Bitcoin (BTC) has attracted a wide range of market participants, from individual investors to multinational corporations. The rapid inflow of capital into the blockchain industry has been profoundly impacted by decentralized finance, which has paved way for broader adoption of digital assets.
Extreme price rallies, which are often long and draw-down over long periods, are nothing new for Bitcoin. Although cryptocurrencies are notoriously volatile, they have been observed to follow cyclical patterns over time. Understanding market cycles can be extremely beneficial to all types of investors in this market.
CRYPTOCURRENCY MARKETS AND VOLATILITY
Volatility is an unavoidable part of the cryptocurrency market. Digital asset volatility frequently shakes weak hands out of the market, with skyrocketing all-time highs and depressive troughs occurring at an alarming rate. Even the most seasoned investors and traders, on the other hand, can be caught off guard, which is where understanding market cycles comes in handy. Cutting through the hype, FOMO, and noise to see what’s really going on is the mark of a skilled investor.
WHAT IS A MARKET CYCLE?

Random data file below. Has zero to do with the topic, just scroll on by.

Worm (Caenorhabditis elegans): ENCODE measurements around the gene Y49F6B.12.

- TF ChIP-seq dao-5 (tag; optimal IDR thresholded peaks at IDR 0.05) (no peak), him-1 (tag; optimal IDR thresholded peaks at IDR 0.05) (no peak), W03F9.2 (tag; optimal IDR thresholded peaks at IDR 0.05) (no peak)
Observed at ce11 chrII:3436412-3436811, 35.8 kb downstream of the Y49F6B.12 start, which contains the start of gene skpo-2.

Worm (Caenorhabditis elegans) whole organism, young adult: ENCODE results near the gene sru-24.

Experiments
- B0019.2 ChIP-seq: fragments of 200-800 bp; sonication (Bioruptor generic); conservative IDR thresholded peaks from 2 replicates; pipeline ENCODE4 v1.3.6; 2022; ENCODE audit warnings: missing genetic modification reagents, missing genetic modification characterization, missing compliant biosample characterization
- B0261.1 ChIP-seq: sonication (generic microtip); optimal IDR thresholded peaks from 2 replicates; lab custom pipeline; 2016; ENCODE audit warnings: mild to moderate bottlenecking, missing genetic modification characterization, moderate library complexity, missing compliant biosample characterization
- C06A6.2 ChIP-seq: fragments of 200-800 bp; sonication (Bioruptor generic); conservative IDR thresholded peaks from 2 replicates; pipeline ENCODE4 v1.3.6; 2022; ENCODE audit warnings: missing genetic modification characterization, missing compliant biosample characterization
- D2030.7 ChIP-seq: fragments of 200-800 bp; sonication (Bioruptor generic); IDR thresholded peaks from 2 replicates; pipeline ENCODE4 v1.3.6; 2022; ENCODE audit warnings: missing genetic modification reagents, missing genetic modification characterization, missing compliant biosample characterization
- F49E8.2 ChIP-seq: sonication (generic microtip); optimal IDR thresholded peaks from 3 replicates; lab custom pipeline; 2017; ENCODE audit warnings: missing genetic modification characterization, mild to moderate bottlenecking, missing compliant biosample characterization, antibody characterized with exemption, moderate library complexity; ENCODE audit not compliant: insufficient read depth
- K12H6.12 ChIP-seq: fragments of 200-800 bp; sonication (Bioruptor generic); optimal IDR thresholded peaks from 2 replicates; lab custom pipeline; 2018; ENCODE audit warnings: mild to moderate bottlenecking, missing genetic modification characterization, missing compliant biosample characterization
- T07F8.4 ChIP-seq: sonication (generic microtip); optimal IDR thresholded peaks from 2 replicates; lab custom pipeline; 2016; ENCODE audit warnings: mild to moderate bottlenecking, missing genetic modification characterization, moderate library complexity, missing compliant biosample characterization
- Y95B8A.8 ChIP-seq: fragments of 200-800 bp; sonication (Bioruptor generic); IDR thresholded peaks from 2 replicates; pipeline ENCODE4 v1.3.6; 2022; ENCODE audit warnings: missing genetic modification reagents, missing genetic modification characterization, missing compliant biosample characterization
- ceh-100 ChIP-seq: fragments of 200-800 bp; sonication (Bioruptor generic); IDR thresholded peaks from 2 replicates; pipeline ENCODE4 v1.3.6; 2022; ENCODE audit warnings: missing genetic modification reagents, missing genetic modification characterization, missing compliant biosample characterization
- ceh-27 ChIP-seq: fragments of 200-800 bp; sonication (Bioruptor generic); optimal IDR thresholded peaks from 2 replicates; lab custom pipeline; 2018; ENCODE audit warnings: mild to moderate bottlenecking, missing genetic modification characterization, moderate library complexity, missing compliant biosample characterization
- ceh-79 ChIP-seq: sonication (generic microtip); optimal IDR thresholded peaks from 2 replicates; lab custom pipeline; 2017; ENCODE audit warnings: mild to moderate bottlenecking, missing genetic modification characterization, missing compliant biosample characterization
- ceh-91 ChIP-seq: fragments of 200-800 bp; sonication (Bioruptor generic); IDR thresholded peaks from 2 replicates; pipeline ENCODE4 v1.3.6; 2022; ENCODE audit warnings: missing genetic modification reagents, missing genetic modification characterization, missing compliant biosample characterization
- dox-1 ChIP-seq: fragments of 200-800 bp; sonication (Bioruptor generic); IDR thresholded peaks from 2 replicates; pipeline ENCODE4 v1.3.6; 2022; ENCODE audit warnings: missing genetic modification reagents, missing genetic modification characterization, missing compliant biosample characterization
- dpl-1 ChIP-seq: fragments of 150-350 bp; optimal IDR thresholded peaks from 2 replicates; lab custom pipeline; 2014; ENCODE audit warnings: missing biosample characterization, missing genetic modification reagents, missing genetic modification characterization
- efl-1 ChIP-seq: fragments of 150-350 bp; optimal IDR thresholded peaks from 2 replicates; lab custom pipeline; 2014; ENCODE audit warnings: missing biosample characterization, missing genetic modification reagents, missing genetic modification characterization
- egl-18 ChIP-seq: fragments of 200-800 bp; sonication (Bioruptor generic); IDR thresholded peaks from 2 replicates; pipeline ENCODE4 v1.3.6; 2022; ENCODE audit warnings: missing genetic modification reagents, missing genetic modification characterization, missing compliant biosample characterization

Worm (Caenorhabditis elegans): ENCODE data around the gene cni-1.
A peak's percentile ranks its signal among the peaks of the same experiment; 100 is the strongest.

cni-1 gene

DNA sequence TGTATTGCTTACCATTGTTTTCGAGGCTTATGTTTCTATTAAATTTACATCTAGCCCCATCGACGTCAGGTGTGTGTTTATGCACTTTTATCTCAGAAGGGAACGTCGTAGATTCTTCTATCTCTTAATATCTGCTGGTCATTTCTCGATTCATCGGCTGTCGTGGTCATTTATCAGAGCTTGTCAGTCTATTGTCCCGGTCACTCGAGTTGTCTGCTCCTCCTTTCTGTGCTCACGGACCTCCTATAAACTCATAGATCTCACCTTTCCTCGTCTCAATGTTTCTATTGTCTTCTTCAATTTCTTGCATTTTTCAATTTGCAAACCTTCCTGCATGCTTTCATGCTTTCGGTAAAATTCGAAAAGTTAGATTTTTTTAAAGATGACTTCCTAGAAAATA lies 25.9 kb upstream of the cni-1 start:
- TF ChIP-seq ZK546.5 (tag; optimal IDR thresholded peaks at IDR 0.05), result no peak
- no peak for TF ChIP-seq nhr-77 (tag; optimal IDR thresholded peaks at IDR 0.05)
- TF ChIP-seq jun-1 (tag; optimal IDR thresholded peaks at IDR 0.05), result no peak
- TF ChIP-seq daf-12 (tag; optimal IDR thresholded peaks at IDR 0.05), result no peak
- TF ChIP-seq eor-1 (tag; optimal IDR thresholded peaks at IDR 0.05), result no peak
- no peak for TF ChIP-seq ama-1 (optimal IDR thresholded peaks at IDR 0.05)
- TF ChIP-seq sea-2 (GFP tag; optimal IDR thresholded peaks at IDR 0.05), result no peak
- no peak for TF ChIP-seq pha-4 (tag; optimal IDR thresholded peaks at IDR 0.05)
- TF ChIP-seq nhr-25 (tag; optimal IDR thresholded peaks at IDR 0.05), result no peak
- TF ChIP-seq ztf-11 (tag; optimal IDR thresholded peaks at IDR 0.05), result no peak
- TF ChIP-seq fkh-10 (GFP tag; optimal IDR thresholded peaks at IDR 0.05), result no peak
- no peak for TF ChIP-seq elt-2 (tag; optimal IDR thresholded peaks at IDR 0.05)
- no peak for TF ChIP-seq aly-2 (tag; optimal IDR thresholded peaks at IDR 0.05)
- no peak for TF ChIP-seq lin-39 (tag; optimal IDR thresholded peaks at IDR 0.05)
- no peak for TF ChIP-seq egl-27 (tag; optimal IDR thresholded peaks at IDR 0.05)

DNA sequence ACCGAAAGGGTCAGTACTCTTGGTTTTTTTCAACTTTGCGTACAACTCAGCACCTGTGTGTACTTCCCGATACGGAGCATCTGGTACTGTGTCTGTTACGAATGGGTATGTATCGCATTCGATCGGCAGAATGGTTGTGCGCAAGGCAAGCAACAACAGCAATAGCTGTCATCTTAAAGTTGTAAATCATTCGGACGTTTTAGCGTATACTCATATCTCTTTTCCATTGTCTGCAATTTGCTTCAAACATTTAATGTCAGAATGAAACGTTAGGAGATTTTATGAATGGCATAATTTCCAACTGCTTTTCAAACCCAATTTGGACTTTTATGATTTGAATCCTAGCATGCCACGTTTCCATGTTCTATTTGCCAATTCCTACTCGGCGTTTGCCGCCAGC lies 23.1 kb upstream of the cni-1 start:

Market cycles are a natural occurrence in any financial market, whether it’s stocks or cryptocurrencies. However, because cryptocurrency is such a new industry, its market cycles are a little different.
A crypto cycle, like other market cycles, can be defined as the time between a market’s all-time high and low — or, more precisely, the stages in between. Price patterns are prone to repeating themselves.
UNDERSTANDING CRYPTOCURRENCY MARKET CYCLES
Market cycles are divided into four phases to interpret and analyze the price action of a specific asset: accumulation, markup, distribution, and markdown. Cryptocurrency market cycles are no different. Cryptocurrency market cycles can last as little as a few months or as long as a few years. A market cycle has four stages:
1. Accumulation Phase